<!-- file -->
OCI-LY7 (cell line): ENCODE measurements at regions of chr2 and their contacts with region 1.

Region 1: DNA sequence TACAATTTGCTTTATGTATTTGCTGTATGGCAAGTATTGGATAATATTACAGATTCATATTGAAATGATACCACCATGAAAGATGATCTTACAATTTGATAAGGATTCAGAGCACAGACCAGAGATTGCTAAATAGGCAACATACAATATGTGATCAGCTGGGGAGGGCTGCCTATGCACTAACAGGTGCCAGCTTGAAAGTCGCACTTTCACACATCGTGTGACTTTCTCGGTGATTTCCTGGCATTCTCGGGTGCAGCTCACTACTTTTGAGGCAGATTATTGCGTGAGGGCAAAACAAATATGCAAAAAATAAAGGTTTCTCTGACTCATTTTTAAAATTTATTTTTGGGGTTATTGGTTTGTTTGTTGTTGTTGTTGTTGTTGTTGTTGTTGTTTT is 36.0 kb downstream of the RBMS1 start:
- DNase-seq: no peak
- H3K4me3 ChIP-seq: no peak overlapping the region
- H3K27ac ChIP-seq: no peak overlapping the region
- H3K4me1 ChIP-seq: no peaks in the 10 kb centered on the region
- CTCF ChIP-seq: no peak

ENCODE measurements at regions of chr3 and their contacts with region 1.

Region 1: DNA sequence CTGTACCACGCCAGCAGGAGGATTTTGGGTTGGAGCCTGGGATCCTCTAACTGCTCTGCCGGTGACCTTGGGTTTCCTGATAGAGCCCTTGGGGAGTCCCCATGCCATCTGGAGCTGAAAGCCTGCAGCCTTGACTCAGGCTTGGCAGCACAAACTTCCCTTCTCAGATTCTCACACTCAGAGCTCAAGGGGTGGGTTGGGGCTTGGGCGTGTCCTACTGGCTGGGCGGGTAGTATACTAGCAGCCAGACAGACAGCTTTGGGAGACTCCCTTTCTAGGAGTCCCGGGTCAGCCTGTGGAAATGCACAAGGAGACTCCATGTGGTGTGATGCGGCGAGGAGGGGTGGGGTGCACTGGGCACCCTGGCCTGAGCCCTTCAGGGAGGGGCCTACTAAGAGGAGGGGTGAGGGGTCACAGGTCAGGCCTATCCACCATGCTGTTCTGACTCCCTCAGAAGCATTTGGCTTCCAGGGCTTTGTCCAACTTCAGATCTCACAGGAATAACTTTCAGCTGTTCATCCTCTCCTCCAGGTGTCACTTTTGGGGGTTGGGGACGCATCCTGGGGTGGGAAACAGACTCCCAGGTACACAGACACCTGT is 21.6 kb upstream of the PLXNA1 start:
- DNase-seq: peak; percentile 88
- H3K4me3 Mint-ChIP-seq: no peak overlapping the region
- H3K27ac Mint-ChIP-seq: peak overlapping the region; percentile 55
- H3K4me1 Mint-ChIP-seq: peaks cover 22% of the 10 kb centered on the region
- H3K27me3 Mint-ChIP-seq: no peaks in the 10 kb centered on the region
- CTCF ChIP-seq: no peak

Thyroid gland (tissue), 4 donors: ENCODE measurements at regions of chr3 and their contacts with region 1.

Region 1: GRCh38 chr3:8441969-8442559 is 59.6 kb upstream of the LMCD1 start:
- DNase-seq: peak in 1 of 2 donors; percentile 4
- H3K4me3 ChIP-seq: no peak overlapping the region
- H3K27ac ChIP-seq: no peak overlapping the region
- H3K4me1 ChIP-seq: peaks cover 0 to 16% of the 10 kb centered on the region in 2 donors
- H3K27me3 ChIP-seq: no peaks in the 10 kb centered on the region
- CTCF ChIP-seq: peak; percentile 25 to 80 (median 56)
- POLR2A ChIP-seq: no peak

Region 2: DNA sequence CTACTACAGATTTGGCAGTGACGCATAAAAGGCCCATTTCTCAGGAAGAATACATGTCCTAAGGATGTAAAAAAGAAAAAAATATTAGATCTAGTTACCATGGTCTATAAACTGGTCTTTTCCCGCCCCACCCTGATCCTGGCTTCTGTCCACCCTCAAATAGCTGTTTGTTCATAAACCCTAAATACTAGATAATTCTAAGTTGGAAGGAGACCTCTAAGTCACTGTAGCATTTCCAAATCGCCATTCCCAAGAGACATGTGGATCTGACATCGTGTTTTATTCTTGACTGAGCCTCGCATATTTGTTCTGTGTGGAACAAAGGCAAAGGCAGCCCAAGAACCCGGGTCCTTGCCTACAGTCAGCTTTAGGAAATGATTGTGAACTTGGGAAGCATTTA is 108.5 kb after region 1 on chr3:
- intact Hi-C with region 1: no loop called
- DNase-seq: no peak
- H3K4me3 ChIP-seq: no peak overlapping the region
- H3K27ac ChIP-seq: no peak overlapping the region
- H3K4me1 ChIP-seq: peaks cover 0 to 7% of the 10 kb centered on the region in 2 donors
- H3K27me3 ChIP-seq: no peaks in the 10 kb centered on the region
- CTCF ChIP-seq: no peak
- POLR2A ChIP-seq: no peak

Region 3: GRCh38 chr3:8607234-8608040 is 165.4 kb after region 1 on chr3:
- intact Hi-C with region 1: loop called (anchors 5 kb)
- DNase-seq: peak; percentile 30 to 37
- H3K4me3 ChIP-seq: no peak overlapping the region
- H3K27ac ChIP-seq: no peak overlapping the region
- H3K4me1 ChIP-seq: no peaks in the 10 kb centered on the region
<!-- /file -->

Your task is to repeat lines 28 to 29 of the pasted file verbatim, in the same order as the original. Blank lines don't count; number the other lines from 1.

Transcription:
- H3K4me3 ChIP-seq: no peak overlapping the region
- H3K27ac ChIP-seq: no peak overlapping the region